(UPDATE - August 2007)
The tale of a very old, young man and his very young, old car
I'm not certain why I'm putting this section up, but it seems important, if nothing else because the little car in question has been a part of my life, in one way or the other for exactly fifty years. I started it when 15 years old, got it running a few years later, then it sat in my old shop in Nebraska for nearly 40 years before I retrieved it and brought it out here to Arizona last year where I'm now bringing it back to its former non-glory. Not for one second of the intervening four decades was the car more than a millimeter from my heart.
Maybe the reason I feel compelled to tell you the on-going story of this 1929 Model A roadster is just to show that there is such a thing as continuity in the universe. We're both, the car and I, survivors. We were together at the very beginning and it looks as if we're coming back together again at the end. We started life's journey together. I guess we'll end it together. May the circle, be unbroken, may the...you know the rest.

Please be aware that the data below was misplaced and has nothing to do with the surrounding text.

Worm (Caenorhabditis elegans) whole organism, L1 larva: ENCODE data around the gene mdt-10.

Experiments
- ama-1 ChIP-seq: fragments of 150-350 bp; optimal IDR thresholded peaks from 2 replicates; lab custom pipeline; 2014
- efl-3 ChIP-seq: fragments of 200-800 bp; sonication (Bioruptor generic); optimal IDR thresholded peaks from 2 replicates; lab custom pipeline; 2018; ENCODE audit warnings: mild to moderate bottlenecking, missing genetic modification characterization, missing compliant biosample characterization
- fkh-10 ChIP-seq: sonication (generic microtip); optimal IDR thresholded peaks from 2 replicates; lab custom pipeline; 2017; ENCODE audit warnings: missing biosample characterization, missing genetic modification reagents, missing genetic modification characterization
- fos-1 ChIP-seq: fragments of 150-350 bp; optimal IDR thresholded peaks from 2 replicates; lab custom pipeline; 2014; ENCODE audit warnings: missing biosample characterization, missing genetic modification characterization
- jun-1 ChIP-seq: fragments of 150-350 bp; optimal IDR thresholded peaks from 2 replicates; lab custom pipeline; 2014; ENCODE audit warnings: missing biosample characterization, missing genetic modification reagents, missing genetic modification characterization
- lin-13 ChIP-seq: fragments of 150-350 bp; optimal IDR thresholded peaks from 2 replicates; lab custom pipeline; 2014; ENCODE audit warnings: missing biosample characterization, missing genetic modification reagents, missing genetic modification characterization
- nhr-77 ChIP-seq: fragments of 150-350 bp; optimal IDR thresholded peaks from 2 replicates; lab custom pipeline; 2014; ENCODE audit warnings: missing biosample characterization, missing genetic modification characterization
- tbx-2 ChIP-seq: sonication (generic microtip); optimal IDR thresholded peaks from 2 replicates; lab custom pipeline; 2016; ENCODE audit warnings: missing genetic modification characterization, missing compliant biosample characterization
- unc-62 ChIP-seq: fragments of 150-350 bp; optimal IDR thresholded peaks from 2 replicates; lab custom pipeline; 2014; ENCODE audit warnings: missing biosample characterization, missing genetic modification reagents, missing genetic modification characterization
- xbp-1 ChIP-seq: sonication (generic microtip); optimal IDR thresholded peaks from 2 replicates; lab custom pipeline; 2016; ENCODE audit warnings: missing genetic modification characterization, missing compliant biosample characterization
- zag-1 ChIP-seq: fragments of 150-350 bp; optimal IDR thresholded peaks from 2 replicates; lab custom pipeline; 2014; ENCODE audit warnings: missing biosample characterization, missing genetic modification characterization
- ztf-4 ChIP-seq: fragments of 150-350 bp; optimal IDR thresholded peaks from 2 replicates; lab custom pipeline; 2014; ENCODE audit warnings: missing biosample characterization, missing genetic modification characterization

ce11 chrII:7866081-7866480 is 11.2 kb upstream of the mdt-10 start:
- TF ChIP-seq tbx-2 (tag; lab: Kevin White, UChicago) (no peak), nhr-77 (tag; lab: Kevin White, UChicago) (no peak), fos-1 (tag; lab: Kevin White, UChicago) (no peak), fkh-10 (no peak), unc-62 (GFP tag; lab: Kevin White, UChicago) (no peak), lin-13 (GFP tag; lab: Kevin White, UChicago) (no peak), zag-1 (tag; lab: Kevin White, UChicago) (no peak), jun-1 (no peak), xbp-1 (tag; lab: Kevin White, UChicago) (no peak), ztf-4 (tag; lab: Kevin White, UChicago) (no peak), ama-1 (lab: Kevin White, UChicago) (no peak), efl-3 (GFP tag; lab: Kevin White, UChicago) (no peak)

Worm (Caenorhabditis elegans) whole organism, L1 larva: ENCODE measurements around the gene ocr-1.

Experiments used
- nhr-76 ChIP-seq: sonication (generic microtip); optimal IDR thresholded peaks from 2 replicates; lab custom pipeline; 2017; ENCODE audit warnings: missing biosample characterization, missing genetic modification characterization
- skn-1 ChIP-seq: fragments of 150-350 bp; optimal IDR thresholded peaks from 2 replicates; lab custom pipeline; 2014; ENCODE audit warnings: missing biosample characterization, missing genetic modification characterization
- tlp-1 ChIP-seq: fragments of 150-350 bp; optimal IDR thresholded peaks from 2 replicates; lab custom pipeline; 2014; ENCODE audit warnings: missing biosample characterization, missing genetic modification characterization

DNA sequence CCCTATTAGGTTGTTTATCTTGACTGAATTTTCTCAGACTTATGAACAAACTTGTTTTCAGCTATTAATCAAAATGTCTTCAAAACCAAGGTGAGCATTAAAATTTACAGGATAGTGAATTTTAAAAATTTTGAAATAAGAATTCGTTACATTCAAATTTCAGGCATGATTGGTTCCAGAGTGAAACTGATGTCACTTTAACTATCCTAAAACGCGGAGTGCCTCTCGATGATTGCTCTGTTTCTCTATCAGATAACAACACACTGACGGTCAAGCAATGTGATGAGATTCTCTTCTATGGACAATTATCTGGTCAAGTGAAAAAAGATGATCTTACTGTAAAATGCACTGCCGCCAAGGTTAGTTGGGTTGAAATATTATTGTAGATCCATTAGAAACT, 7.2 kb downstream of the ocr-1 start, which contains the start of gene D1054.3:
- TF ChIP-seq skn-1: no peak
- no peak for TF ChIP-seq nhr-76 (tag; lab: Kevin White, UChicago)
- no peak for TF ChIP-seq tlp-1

I started writing this thing with no particular goal in mind. So come back and visit from time to time because I think this may mutate into an on-going philosophical discussion about life, liberty and the pursuit of things that go fast and make lots of noise. Sort of a Zen and the Art of the Street Roadster. Being a person who can't think in a straight line, however, there are likely to be lots of tangents about those things of importance to folks who love the art and the philosophy of the machine, regardless of what that machine may be.